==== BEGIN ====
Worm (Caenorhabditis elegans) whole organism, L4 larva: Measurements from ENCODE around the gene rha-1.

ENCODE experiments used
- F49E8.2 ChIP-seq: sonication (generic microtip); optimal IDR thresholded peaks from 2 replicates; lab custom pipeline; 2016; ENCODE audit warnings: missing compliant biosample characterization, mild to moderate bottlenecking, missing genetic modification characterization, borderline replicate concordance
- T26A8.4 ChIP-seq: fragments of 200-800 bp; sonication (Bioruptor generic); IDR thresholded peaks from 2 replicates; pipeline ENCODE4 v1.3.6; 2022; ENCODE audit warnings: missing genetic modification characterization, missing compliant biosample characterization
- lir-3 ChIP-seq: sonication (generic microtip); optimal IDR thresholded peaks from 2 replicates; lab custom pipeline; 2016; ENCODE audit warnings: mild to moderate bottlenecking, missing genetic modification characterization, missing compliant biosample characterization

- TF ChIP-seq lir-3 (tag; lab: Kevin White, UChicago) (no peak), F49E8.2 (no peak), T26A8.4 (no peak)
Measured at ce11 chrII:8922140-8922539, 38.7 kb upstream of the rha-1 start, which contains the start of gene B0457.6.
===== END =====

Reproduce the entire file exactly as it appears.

Worm (Caenorhabditis elegans) whole organism, L4 larva: Measurements from ENCODE around the gene rha-1.

ENCODE experiments used
- F49E8.2 ChIP-seq: sonication (generic microtip); optimal IDR thresholded peaks from 2 replicates; lab custom pipeline; 2016; ENCODE audit warnings: missing compliant biosample characterization, mild to moderate bottlenecking, missing genetic modification characterization, borderline replicate concordance
- T26A8.4 ChIP-seq: fragments of 200-800 bp; sonication (Bioruptor generic); IDR thresholded peaks from 2 replicates; pipeline ENCODE4 v1.3.6; 2022; ENCODE audit warnings: missing genetic modification characterization, missing compliant biosample characterization
- lir-3 ChIP-seq: sonication (generic microtip); optimal IDR thresholded peaks from 2 replicates; lab custom pipeline; 2016; ENCODE audit warnings: mild to moderate bottlenecking, missing genetic modification characterization, missing compliant biosample characterization

- TF ChIP-seq lir-3 (tag; lab: Kevin White, UChicago) (no peak), F49E8.2 (no peak), T26A8.4 (no peak)
Measured at ce11 chrII:8922140-8922539, 38.7 kb upstream of the rha-1 start, which contains the start of gene B0457.6.